Tag Archives: melanophores

Spots and stripes aren’t just random- they’re magnetic!

Zebra eyeHow did the zebra REALLY get those stripes? By studying zebraFISH, we might be able to figure it out! And these distinctive color patterns have a pretty interesting explanation.

In certain zebrafish, the two skin cells involved in striping are called melanophores and xanthophores. And they behave like magnets! When they come in contact with one another, melanophores move away and the xanthophores chase them down. This cell interaction creates a separation between the different pigmented cells- and a beautiful distinctive striped skin pattern!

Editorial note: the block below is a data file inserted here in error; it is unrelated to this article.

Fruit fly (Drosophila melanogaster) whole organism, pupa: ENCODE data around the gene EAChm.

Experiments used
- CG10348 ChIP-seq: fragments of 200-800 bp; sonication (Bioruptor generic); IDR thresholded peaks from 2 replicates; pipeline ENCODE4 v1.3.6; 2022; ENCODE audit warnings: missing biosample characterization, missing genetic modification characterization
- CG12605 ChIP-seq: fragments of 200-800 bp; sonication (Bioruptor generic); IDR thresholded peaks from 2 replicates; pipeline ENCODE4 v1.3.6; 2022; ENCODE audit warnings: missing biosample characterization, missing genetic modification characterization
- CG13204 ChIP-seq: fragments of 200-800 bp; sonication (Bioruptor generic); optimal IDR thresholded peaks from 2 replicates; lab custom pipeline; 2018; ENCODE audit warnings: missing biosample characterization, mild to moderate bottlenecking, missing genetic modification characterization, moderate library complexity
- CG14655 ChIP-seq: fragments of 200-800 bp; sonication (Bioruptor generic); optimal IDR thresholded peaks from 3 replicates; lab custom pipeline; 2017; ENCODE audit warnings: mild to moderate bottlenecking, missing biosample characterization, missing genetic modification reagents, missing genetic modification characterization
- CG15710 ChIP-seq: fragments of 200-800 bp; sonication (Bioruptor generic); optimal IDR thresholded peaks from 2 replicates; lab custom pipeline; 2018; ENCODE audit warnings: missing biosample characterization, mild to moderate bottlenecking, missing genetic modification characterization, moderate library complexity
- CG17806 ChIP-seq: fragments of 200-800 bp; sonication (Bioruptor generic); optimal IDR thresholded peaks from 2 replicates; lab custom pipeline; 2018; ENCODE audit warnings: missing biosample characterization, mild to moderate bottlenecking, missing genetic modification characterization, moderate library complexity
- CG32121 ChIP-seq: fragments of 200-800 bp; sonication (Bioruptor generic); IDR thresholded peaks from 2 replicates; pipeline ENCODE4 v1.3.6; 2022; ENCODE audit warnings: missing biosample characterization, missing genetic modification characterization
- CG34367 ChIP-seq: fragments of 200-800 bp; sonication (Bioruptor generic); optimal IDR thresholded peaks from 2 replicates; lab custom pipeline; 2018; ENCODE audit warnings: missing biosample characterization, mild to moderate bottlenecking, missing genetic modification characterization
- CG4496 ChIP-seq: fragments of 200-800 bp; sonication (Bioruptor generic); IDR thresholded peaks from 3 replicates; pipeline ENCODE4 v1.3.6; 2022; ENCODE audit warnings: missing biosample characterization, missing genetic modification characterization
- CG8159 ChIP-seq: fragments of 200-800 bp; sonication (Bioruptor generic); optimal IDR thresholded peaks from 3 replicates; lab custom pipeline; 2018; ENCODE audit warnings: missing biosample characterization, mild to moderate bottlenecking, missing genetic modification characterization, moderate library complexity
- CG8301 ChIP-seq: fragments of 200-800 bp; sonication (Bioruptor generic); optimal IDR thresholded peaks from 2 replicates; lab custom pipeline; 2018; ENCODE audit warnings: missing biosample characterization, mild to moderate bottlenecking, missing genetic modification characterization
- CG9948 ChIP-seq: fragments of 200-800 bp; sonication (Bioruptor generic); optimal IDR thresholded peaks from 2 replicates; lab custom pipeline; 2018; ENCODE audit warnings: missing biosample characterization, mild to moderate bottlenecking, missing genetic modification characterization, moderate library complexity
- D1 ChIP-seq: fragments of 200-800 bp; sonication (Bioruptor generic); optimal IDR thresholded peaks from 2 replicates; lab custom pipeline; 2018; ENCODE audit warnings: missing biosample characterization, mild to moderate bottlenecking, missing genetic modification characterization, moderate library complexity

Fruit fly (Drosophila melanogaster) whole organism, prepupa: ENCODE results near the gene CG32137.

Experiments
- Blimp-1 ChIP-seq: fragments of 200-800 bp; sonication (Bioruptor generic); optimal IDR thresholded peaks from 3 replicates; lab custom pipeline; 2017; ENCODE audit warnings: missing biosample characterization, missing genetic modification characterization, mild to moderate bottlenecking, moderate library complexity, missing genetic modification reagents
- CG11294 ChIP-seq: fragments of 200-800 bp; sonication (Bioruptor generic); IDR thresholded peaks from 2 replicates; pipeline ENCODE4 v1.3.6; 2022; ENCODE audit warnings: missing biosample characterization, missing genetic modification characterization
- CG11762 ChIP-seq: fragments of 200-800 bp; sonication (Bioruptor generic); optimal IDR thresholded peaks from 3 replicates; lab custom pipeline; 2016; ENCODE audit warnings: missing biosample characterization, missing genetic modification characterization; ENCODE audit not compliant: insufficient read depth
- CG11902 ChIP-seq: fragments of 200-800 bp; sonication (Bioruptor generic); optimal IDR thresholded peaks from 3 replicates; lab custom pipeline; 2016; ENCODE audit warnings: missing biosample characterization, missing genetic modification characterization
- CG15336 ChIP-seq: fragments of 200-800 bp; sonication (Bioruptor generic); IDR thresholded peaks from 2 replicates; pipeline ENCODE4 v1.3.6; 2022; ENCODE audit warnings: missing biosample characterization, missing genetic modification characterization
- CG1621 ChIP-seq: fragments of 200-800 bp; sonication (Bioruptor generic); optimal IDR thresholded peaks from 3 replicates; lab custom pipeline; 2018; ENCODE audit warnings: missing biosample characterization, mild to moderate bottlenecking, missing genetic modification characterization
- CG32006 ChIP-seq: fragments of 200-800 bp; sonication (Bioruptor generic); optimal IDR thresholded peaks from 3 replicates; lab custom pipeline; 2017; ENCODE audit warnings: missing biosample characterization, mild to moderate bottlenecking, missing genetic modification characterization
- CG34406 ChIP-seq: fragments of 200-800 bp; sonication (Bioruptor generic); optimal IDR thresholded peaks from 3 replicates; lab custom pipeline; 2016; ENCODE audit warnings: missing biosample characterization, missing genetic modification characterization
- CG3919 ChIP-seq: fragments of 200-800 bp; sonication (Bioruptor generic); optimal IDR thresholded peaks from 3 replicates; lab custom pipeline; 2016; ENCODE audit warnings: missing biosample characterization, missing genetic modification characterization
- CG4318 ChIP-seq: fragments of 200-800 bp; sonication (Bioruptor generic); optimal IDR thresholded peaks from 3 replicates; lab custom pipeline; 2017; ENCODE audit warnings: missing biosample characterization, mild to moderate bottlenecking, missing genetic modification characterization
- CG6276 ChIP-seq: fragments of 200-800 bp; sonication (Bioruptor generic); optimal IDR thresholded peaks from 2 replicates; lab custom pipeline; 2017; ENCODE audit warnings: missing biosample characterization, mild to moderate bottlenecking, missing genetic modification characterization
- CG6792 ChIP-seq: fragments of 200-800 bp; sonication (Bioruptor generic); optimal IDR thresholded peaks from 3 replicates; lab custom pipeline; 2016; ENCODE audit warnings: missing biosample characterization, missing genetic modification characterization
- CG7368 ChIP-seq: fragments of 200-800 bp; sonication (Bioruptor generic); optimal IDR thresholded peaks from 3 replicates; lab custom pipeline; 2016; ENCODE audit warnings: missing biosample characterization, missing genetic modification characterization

This phenomenon wasn’t seen in the skin of a type of zebrafish with ‘fuzzier’ stripes, only in zebrafish with distinct stripes. Further research investigating the gene mutations involved in the proteins in pigmented cells’ membranes might explain distinct patterns in other animals, too. Cheetahs, zebras, dalmatians- think of all the animals we could learn about with the help of this little fish!┬áCheck out the video in the link to SEE these cells chasing and running away from each other, it’s pretty cool.

http://news.sciencemag.org/biology/2014/01/video-zebrafish-stripes-caused-cells-chase-each-other